Getting Started: How, who, and what
I first came to know my research mentor during my sophomore year. I knew I was I interested in Asian Studies, and so I’d enrolled in various courses in Asian history, literature, and languages. That fall, I enrolled in the Modern Chinese Literature course Dr. Kun Qian was teaching in the Chinese department. I had a definite interest in the course material, but at that point I wasn’t ready to commit to research. At the time, (and still now), I was fascinated by the topics she’d covered, including culture, identity, and the historical unconsciousness viewed through the lens of Chinese literature.
Two years later, the independent study option offered through the Chinese department actually afforded me the opportunity to connect with Dr. Qian again. Through the study, I chose one of the topics from the curriculum to do a deep dive into the material, with the goal of producing a short paper. The topic I’d chosen—modern Chinese revolutionary practice—was fascinating for me. What started out as a short paper, I ended up writing as a 14-page research paper. That’s when I realized I wanted to pursue more research in this field. With that, I decided to apply for the Chinese Honor’s Thesis, and I asked Dr. Qian to be my supervising faculty mentor.
Looking back: Any advice to give students starting out in research?
In my case, I was extraordinarily grateful to Dr. Qian for encouraging undergraduate students to take on research in Chinese literature and for giving me multiple opportunities to study with her. Still, my advice to students just starting out would be to have a talk with the professor of the class you’re taking that you find fascinating. Go to office hours, stay after class to ask questions—as much as you can, show your interest.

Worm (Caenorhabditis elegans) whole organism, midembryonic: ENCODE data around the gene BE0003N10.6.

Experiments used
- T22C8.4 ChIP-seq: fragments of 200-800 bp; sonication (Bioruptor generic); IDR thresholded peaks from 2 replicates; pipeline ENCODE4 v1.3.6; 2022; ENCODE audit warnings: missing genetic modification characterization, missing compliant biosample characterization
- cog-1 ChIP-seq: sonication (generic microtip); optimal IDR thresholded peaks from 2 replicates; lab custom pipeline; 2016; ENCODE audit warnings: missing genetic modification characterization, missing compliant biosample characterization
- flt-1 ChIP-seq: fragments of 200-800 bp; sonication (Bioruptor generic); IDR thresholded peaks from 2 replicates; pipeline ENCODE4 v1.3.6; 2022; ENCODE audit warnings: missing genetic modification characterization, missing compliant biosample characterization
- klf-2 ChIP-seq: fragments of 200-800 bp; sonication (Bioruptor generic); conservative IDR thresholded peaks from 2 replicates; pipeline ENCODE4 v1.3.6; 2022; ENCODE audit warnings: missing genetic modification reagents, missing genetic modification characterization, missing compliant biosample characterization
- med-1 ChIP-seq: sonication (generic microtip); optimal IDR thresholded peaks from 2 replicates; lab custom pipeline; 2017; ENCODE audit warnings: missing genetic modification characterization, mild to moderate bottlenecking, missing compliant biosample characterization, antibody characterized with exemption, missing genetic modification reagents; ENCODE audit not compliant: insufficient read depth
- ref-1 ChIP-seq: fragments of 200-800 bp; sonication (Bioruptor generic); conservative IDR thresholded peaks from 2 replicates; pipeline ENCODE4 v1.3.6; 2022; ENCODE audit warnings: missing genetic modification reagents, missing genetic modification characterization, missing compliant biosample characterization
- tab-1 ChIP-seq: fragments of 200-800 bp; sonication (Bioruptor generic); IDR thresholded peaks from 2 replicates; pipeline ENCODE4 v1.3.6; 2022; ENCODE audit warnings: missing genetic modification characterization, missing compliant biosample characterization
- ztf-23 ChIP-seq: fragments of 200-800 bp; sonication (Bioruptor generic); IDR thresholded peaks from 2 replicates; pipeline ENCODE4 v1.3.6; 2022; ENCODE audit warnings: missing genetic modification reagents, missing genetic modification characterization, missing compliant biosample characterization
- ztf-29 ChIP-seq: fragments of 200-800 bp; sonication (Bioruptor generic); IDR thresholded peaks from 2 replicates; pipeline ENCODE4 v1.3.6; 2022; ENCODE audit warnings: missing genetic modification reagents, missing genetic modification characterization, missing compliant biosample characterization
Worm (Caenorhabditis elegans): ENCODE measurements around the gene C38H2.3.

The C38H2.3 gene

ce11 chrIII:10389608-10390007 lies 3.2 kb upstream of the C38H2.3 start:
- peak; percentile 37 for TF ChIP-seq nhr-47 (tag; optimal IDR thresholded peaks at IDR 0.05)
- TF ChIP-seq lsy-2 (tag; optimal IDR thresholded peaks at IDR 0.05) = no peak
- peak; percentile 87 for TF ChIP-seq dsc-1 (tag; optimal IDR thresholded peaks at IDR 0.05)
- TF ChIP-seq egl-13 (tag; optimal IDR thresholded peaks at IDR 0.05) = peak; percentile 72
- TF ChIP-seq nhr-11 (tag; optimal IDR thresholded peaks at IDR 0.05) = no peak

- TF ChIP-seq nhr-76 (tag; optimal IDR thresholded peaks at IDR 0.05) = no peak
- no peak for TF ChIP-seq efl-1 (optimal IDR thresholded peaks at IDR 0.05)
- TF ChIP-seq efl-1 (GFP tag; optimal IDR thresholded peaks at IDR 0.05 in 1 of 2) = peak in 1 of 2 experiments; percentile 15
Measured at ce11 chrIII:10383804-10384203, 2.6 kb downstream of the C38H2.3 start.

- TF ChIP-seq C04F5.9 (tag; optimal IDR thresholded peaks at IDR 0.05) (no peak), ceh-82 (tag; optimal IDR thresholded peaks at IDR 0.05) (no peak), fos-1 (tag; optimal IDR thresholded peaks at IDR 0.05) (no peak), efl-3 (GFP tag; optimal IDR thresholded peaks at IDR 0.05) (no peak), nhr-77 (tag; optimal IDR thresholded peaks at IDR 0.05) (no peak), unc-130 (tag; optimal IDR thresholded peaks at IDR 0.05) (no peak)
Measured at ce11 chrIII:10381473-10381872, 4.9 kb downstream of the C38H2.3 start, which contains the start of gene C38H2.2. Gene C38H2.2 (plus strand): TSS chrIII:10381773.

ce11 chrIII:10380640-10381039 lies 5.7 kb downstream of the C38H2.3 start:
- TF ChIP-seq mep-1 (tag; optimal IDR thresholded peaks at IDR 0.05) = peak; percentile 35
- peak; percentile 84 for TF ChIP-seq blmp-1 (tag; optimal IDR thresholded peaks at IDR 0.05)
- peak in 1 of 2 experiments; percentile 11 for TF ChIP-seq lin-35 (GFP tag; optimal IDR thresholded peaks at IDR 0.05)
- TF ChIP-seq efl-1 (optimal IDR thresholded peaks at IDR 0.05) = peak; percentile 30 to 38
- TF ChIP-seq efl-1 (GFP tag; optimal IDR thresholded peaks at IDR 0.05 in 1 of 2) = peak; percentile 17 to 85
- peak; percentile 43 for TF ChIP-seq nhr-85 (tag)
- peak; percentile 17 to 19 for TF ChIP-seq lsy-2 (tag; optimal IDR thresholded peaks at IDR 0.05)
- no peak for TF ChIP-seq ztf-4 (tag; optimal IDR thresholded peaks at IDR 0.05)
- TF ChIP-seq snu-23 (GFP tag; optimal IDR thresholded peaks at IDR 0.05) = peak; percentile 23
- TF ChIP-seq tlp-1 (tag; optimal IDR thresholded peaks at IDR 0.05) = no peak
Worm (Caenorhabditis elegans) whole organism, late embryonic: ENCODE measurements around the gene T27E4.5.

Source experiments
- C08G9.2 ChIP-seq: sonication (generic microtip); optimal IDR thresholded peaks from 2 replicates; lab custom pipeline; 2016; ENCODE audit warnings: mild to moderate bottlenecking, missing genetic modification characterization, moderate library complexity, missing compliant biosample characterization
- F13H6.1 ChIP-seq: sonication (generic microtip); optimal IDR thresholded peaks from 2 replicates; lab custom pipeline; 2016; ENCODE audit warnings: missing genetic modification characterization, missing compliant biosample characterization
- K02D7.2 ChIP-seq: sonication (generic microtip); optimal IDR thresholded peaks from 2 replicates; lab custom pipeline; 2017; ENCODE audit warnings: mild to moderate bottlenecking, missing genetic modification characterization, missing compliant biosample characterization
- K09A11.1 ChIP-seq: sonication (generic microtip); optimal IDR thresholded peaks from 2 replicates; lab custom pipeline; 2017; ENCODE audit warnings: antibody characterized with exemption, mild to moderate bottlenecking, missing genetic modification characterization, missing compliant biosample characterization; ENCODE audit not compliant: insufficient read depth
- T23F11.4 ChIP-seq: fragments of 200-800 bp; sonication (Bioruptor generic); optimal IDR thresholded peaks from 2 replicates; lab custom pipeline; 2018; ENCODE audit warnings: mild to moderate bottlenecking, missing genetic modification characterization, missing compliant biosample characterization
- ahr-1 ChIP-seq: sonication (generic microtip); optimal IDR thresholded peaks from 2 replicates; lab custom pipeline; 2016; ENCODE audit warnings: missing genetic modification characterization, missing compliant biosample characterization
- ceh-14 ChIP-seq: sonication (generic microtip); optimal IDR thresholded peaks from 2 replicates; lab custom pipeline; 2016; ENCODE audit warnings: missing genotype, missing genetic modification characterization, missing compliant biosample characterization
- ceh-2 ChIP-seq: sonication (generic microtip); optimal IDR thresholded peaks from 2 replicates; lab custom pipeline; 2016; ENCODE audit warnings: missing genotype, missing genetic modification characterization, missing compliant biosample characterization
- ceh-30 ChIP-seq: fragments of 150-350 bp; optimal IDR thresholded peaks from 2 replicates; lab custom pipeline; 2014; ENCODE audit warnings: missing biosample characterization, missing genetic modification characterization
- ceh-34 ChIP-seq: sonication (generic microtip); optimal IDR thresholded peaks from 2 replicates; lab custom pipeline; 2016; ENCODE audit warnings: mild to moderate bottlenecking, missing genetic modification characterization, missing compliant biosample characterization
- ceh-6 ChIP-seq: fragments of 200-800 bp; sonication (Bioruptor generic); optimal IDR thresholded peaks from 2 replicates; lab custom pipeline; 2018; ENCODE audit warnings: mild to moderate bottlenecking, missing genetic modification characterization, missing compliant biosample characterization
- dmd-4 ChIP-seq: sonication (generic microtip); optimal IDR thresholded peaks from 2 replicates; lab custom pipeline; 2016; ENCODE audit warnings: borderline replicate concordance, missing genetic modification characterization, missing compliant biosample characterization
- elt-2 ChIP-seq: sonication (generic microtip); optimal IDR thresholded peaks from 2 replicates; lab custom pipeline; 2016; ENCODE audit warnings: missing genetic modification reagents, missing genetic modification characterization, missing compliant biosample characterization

Personally, however, I’ve always found that networking or showing verbal interest relatively intimidating (especially as an underclassman). Instead, I’ve realized it’s much more constructive to take my work to a professor and initiate a conversation that way. Taking, for instance, a paper draft or outline to a professor, along with specific questions relevant to course material and asking for clarification.
If you’re not sure what exactly you’re interested in, and depending on your major or plan of study, try taking an independent study with a professor whose work you admire. In my experience, it’s a great way to get a better feel for the topics that interest you and how those interests might overlap with the professor’s area of expertise.
Looking forward: Career and research goals
Currently, my professional and research goals are aligned to pursue an MBA in International Human Resources Development. The research process and experience has been incredibly valuable to me, even outside the academic space. In the past year, I’ve served as Research and Design Fellow at a non-profit organization, where various hard and soft skills such as information synthesis, research writing, and data analysis have aided me in surprising and relevant ways.